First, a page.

Experts weigh in: 5 things the corrections field needs in 2018
As the new year approaches, can corrections find a way to regroup and move forward in a positive direction?
2017 was a difficult year for the corrections profession. Broken systems continued to expose vulnerabilities on many levels and correctional staff paid the ultimate price.
Concerns like understaffing, incentives to retain and recruit correctional officers, inadequate training, equipment deficits, and lack of professional status and recognition have led to battle cries for change from the many who work behind the wall.
As 2018 approaches, can corrections find a way to regroup and move forward in a positive direction? Opinions are mixed, but one thing remains constant: Change is needed.
Here is a wish list of changes CorrectionsOne columnists and contributors hope to see in 2018:
1. Increase resources
For retired prison Security Major Wayne Sanderson, if changes are not made, more deaths, injuries, riots and escapes will occur: “Prisons cannot run shorthanded and at, or barely above, minimum wage, and operate safely and securely.”
2. Acquire peace officer status
Retired Sergeant R. Hamilton of the California Department of Corrections and Rehabilitation believes things will get worse before they get any better, but he still feels there is hope.
“The right way forward in corrections will rely on three things: Status, training and equipment. All corrections officers need peace officer status and training commensurate with such status, along with the appropriate safety equipment and weaponry to get the job done,” said Hamilton. “Too many departments have been remiss in these areas for too long and it is high time to rectify such faults.”
Rev. Dr. Deril Stubenrod, a national first responder chaplain, agrees: “If correctional officers are formally recognized as law enforcement professionals, they will finally get a lot of the missing assets to do their jobs safely.”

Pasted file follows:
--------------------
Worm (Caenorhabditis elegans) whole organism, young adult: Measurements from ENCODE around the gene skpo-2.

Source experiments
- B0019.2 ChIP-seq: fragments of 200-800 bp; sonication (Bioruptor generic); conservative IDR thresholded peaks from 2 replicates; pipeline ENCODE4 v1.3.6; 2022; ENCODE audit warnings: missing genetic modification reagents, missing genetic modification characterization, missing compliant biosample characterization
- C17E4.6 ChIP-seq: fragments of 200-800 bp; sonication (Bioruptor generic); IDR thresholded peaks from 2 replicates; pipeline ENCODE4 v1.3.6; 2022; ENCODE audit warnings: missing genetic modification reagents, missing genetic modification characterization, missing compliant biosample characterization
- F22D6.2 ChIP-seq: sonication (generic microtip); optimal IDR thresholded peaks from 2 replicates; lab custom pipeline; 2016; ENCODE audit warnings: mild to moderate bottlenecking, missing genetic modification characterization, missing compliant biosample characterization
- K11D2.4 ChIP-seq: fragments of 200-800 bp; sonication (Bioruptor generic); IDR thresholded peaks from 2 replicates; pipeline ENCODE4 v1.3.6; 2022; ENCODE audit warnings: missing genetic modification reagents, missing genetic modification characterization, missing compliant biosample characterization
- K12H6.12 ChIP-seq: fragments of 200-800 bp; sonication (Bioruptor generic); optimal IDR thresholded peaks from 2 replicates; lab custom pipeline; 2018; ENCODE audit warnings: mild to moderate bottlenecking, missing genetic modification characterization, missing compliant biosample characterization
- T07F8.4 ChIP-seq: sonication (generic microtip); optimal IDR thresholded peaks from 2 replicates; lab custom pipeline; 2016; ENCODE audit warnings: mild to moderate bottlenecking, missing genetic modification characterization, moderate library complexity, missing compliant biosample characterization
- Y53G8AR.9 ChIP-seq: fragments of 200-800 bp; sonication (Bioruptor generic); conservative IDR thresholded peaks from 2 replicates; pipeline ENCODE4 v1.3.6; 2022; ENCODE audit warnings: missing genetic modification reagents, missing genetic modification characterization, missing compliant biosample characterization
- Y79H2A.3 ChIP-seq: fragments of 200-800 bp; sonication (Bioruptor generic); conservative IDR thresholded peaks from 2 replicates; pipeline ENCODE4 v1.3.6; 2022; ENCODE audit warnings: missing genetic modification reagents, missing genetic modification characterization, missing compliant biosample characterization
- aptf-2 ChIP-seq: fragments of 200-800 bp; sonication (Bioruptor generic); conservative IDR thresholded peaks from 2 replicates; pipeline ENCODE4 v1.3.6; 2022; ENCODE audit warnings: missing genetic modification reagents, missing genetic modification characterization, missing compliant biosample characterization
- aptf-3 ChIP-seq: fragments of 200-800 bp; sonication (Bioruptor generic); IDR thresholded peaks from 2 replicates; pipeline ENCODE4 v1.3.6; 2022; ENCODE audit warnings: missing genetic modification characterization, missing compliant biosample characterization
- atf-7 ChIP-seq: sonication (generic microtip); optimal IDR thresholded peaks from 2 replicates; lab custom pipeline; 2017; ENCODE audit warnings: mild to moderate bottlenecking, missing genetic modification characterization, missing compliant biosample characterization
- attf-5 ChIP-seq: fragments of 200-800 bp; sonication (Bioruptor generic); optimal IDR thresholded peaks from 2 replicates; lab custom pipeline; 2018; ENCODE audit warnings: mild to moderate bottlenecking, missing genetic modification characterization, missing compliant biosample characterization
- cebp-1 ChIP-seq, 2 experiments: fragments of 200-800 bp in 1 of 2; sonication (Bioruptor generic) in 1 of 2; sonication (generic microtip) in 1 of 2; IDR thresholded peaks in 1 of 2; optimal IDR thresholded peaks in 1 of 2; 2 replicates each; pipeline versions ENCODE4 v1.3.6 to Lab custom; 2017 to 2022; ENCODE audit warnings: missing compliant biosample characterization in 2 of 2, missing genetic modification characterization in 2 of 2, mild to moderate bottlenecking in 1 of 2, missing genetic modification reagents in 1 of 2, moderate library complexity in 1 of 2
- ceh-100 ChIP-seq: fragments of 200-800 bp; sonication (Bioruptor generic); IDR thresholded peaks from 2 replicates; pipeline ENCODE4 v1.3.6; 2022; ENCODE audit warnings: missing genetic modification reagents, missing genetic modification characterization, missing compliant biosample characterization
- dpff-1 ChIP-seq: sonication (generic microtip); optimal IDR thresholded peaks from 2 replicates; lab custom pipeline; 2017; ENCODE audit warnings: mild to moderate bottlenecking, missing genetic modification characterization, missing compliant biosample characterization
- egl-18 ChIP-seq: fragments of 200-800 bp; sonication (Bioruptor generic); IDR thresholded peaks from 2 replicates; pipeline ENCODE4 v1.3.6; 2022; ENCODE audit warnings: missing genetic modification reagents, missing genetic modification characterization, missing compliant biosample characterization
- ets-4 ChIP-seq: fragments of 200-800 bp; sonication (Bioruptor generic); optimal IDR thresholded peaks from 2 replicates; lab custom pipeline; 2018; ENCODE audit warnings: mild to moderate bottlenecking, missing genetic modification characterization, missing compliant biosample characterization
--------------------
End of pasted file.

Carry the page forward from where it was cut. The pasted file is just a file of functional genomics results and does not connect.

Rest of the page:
3. Improve training
Gary Cornelius, author and retired lieutenant at Fairfax County Sheriff’s Department, believes we must provide training in areas like special needs inmates, civil rights and inmate manipulation.
“First, we need training in how to handle the special needs of inmates such as those who are mentally ill and suicidal, and the elderly,” said Cornelius. “Second, instead of reacting emotionally to civil rights cases, COs must learn to keep stress under control. This includes new directions in our use of isolation. Finally we read too much about staff being manipulated, including sexually. When will we as a profession have that under control?”
4. Equip COs
When it comes to equipment, Dave Bohl, former correctional officer from the Saginaw County Sheriff’s Department, is quick to remind us how technology can assist correctional officers with their duties.
“In 2018, I see technology and corrections moving forward together,” said Bohl. “Technology will be made affordable for correctional facilities and local, state and federal budget managers must take advantage of this. This will help make facilities safe and secure. Management must equip their officers with the necessary equipment to defend themselves such as less lethal force options and stab- and slash-resistant vests.”
5. Address overcrowding
Curtis Isele, a special agent for the Kansas Department of Corrections, sees two major issues that may travel into 2018.
“Overcrowding – combating the problematical existence of mass incarceration – and offender rights – individual rights may be overshadowing safety and security. The pendulum has shifted in such a way that offenders are being favored. It is my opinion that the restoration of justice depends on holding offenders accountable! Punitive countermeasures for law violators can coexist with positive reinforcement for those who act in an acceptable manner.”
Isele further states, “Individual freedoms, while a hallmark of this nation, also are afflicting prisons with more contraband, covert conversations and offenders believing they don’t need to follow rules.
He believes that more outreach from the community is needed. “We need to reach kids to believe they don’t have to be incarcerated. We need society to understand our function and help with our cause,” said Isele.
All are in agreement that the corrections profession has some serious issues to address in 2018. Concerns have been brought to the table in 2017 and are still waiting to be addressed in a consistent manner.
The corrections field is evolving and, with that evolution, there is a need for balance between safety and security and inmate rehabilitation. In 2018, we hope to find that balance and ensure every facility is invested in both the interests of staff and inmates alike.